Abstract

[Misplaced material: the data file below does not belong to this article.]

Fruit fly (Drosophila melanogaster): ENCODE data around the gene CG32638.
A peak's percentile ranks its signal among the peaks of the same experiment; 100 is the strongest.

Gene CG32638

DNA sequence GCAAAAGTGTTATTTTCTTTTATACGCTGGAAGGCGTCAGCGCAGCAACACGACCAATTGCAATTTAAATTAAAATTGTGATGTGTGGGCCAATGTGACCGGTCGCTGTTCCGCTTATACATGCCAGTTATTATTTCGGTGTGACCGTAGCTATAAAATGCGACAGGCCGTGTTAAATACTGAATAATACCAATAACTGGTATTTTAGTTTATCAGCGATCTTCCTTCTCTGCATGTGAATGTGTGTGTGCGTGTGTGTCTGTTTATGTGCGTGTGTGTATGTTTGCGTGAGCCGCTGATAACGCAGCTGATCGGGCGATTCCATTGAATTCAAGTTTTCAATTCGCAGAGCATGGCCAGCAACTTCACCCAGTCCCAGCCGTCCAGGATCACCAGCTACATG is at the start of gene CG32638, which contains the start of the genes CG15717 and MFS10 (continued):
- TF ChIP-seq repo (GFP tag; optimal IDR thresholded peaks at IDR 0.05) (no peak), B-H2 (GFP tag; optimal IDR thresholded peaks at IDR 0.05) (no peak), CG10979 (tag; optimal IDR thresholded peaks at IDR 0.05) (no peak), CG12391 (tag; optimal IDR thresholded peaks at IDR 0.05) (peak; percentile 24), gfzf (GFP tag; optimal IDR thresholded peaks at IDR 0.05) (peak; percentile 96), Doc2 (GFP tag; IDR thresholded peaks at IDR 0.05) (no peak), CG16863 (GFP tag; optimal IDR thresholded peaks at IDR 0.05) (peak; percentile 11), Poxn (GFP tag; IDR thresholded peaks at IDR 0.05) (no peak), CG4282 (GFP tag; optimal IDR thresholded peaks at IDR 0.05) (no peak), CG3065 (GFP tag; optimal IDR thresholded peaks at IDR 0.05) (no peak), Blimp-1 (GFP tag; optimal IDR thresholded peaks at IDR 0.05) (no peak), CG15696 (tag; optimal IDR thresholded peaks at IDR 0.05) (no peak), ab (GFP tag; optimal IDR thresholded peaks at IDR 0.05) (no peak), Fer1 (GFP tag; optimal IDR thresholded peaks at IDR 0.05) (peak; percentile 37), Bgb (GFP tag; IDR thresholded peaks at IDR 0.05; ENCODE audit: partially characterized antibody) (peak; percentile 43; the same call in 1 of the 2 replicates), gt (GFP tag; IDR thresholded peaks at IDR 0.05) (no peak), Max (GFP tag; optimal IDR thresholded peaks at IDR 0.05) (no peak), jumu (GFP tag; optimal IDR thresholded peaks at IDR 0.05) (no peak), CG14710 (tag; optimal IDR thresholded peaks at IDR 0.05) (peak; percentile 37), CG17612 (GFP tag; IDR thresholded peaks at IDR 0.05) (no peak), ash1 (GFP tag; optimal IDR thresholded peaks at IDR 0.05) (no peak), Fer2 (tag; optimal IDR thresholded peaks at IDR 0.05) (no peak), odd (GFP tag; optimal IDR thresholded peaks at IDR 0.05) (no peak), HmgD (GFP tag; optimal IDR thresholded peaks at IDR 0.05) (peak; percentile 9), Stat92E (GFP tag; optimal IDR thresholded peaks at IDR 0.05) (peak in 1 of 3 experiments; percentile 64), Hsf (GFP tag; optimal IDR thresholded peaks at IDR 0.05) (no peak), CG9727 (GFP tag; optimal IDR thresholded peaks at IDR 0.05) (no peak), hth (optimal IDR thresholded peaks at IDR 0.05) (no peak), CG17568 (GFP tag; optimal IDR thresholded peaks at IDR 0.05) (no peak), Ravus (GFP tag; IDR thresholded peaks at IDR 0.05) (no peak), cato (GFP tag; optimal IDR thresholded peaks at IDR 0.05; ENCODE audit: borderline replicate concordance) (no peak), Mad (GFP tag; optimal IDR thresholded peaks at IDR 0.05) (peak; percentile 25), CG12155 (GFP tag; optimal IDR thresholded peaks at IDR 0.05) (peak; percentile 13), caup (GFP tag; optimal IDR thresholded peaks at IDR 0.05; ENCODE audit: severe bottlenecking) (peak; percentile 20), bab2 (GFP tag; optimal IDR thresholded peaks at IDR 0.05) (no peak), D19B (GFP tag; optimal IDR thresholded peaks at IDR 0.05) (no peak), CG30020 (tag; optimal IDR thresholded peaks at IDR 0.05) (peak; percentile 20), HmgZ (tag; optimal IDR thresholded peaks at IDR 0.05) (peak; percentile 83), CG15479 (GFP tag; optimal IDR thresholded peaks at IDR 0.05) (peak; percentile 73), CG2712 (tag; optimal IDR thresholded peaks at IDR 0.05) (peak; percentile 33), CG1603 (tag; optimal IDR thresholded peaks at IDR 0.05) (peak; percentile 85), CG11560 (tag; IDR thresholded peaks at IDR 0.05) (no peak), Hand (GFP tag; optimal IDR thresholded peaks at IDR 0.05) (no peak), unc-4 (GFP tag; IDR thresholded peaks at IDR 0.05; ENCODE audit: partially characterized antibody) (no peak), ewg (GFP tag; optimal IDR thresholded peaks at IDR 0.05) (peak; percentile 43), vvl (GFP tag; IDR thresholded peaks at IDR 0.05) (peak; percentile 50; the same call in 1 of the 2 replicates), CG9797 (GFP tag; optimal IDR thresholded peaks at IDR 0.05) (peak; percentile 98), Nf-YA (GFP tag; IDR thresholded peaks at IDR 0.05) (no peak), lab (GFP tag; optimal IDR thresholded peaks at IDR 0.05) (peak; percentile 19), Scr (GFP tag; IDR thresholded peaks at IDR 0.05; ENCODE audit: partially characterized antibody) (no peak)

Zinc and aluminium coatings have been used widely to protect steel structures from corrosion in aggressive and hostile conditions. The more recent development of zinc 15wt% aluminium alloy in a wire form has demonstrated that arc-spray coatings can be produced with a resistance to red rust which is superior to that of the single metals. Competitive 'pseudo' alloy or composite coatings produced by co-spraying wires of zinc and aluminium have been shown to achieve resistance to salt spray conditions similar to this conventional alloy. Work described in this paper confirms these findings and goes on to demonstrate an additional advantage of co-spraying an aluminium -5wt% magnesium instead of aluminium with the zinc. The importance of providing a fine dispersion of the two phases in the 'pseudo' alloy is highlighted and an alternative method of providing a similar dispersion by using a 'cored' wire (e.g. Al-5wt%Mg wire in a zinc sheath) approach has been demonstrated. The importance of 'self sealing' in these coatings after the initial loss of zinc is discussed which is related to the coating microstructure and their electrochemical behaviour in chloride solutions.

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